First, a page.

Twenty One Pilots aren’t here for the pop game. When 2015’s Blurryface took off and produced two top five singles (along with their No. 2-peaking Suicide Squad offering “Heathens”), Tyler Joseph and Josh Dun became accidental pop stars, suburban weirdos whose incendiary, post-genre approach to alternative connected with far more misfits than anyone reasonably expected. Commercial records were set, monocles popped out, and Twenty One Pilots emerged from the Blurryface cycle improbable, yet unquestioned, superstars.
With the first two tracks shared from the big follow-up, Twenty One Pilots sound mystically unconcerned with following on that crossover success (though there’s a good chance Trench’s commercial figures do, anyway). Released today, twin singles “Jumpsuit” and “Nico and the Niners” register the high end of what one could have hoped for from the duo post-Blurryface: their aggressive experimentalism sharper, their clunky restlessness smoothed out.
“Jumpsuit” is a bass-driven dub stomper that ends with a screamy breakdown and “Nico and the Niners,” a paranoid reggae safari concluded by woozy, down-pitched vocals. This was a juncture where Twenty One Pilots could have leaned into a much more craven strain of radio dial reggae, basically re-written “Rude,” added some sirens or other TOP signifiers, and clinched the top spot whenever Spotify curates the playlist "2010s & Chillin." Or invented some Post Malone tendencies. Instead, the band that once warned against staying in your lane buckled down in the one it'd forged itself.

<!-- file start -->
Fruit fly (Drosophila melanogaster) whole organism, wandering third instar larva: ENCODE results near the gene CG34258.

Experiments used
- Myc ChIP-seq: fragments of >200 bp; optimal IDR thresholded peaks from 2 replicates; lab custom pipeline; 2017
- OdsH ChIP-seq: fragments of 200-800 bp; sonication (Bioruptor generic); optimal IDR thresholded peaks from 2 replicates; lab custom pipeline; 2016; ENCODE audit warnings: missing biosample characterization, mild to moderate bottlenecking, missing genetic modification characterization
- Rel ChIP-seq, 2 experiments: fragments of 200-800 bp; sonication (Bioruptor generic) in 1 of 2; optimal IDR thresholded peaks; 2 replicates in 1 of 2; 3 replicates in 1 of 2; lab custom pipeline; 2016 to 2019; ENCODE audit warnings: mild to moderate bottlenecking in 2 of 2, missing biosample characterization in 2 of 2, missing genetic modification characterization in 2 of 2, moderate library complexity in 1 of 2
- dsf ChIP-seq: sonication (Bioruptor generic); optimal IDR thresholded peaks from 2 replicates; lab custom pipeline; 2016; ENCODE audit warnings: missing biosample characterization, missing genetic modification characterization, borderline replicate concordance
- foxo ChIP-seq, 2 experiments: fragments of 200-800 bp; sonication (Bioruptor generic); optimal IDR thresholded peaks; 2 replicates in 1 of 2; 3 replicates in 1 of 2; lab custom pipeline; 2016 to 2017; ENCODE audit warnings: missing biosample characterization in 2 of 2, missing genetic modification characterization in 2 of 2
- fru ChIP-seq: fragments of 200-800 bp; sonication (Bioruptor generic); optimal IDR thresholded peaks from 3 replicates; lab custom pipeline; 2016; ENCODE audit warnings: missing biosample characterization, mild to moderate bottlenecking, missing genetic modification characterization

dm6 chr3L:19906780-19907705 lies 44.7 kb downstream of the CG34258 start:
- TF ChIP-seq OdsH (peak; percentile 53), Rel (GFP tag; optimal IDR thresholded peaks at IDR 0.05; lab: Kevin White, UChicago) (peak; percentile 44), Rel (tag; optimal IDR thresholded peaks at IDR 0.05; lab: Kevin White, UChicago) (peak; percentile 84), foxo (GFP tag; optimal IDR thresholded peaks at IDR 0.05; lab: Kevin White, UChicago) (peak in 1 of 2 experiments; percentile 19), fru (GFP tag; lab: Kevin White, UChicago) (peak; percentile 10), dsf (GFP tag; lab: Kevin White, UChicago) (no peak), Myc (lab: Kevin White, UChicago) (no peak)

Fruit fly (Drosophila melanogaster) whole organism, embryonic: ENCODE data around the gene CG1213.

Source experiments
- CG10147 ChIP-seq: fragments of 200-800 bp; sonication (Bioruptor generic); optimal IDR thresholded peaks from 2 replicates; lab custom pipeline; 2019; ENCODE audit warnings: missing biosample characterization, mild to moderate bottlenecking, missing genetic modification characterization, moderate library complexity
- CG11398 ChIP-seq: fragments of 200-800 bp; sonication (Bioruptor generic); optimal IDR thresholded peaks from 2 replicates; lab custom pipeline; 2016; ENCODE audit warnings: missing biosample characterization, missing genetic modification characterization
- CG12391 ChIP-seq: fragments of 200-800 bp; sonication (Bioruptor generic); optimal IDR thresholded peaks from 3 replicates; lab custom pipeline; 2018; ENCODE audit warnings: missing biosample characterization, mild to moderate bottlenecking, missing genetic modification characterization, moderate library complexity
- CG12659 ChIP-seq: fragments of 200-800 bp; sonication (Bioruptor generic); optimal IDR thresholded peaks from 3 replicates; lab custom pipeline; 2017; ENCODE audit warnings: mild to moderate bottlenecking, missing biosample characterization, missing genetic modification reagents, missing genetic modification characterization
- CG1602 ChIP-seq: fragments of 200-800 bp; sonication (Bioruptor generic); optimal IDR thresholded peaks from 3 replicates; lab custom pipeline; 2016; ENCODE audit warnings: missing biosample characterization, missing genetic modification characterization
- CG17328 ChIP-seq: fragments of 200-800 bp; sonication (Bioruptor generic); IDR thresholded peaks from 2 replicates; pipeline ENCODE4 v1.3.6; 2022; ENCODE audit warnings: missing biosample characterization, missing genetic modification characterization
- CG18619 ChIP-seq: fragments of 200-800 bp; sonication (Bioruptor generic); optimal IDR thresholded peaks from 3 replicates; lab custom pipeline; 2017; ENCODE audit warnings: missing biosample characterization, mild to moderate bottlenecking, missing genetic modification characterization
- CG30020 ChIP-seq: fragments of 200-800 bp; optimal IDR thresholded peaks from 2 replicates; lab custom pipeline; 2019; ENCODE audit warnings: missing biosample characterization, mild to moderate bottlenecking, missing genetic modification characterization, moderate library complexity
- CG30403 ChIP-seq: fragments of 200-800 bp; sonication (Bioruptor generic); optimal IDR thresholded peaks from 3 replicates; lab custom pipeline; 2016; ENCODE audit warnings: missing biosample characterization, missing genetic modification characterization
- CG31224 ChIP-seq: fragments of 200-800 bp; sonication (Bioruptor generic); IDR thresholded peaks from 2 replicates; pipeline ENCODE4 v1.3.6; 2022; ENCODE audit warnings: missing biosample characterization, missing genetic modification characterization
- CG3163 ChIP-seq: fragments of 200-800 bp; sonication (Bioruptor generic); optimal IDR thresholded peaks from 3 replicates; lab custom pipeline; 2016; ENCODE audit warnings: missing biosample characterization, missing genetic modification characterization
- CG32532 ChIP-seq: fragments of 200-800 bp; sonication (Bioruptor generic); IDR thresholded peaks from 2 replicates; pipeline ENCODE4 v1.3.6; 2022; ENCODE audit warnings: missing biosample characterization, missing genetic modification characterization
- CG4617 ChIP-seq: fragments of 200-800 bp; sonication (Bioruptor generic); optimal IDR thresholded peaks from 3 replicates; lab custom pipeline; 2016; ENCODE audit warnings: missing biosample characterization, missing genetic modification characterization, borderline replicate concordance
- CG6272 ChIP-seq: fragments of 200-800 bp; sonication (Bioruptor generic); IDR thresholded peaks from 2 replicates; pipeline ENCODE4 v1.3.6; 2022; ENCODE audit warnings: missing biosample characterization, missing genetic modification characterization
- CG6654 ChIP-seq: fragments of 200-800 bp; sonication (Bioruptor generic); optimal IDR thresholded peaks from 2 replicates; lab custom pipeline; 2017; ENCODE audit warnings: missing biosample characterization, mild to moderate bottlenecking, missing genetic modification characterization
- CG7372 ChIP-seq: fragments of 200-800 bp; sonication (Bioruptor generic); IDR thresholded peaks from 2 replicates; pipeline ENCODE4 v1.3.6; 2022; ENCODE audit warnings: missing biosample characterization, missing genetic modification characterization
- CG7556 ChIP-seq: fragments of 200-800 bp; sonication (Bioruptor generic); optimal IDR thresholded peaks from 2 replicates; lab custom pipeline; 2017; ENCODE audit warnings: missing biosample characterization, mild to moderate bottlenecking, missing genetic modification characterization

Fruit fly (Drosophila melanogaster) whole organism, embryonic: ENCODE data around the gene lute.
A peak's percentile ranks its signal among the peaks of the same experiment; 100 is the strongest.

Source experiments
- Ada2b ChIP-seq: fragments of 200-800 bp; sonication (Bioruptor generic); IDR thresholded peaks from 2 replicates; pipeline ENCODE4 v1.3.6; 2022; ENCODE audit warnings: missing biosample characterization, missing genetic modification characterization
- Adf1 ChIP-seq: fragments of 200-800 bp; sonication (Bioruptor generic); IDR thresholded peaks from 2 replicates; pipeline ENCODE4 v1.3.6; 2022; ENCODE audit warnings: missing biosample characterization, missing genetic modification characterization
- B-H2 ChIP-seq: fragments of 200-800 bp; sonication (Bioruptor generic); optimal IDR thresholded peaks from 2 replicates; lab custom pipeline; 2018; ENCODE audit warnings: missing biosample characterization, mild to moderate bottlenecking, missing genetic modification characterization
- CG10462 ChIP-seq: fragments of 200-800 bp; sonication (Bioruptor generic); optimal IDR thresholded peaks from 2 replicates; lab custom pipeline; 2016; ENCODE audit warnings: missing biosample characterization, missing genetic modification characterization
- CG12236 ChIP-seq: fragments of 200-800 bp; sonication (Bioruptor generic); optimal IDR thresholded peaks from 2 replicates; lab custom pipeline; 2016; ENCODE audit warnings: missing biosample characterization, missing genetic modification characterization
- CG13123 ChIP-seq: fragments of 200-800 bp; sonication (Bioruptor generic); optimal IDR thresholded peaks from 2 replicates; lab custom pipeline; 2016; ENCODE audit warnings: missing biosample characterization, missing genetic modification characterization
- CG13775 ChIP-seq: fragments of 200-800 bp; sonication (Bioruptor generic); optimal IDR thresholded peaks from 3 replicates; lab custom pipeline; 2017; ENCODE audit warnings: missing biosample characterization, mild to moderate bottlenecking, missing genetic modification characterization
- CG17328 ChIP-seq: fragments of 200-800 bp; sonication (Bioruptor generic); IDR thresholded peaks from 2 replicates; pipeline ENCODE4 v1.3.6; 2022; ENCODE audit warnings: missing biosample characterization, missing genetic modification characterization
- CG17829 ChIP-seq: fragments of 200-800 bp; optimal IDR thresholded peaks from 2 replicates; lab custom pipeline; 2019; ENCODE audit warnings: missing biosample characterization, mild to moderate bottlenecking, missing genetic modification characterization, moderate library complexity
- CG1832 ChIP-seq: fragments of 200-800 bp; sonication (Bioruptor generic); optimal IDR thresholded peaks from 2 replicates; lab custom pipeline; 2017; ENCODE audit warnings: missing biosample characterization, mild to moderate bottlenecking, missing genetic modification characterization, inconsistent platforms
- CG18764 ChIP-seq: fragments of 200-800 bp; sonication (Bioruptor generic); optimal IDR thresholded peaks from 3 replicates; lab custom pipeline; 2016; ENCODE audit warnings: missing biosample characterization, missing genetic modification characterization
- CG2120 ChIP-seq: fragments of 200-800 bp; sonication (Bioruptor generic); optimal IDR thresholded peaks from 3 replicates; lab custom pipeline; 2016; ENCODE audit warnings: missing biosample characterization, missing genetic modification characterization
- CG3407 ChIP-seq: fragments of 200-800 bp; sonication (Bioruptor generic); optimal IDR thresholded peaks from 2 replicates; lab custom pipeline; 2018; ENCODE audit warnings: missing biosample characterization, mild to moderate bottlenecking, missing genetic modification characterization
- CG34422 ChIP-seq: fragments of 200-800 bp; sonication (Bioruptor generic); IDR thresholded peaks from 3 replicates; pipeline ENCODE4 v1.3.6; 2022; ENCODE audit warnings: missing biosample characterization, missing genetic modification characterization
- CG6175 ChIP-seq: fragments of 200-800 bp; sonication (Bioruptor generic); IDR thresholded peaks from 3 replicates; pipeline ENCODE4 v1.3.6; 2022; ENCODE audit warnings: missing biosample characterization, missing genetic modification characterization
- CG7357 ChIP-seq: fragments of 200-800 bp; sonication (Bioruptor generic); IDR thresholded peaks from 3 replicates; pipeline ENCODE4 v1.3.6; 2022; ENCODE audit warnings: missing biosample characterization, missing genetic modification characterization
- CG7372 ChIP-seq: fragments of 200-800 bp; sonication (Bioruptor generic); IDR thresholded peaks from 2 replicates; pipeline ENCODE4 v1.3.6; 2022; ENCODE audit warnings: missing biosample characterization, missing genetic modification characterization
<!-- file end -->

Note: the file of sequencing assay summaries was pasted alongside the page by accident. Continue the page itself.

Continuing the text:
Twenty One Pilots are a mighty commercial force, but these songs just don’t sound like Top 40 radio standbys, at least not near the level of “Stressed Out” and “Ride.” Even with a radio edit, the pit-opening ending of “Jumpsuit” would still be hilariously jarring alongside “Mine” and “No Tears Left to Cry," and the lyrics of “Nico” (characters fleeing an evil, walled city, suggesting a plot which Trench supposedly expands on) are probably too arcane to sit well with pop program directors.
"Jumpsuit" is probably the stronger fit, even if its punkish texture has been largely missing from that world since Paramore, Fall Out Boy, AFI, and others occupied a small crossover space in the late '00s. At least one of these songs should find an extended home on alternative radio, which has been the band’s most natural fit since it signed with Fueled By Ramen in 2012. Two tracks off 2013’s Vessel went top 10 at alternative before Twenty One Pilots became a household name, and it’s likely to be the realm where Joseph and Dun are immortalized, whenever pop stops paying attention.
This news has been published by title Twenty One Pilots Sound Unconcerned With Pop Success On New Songs (Though \'Trench\' Might Be Huge Anyway)
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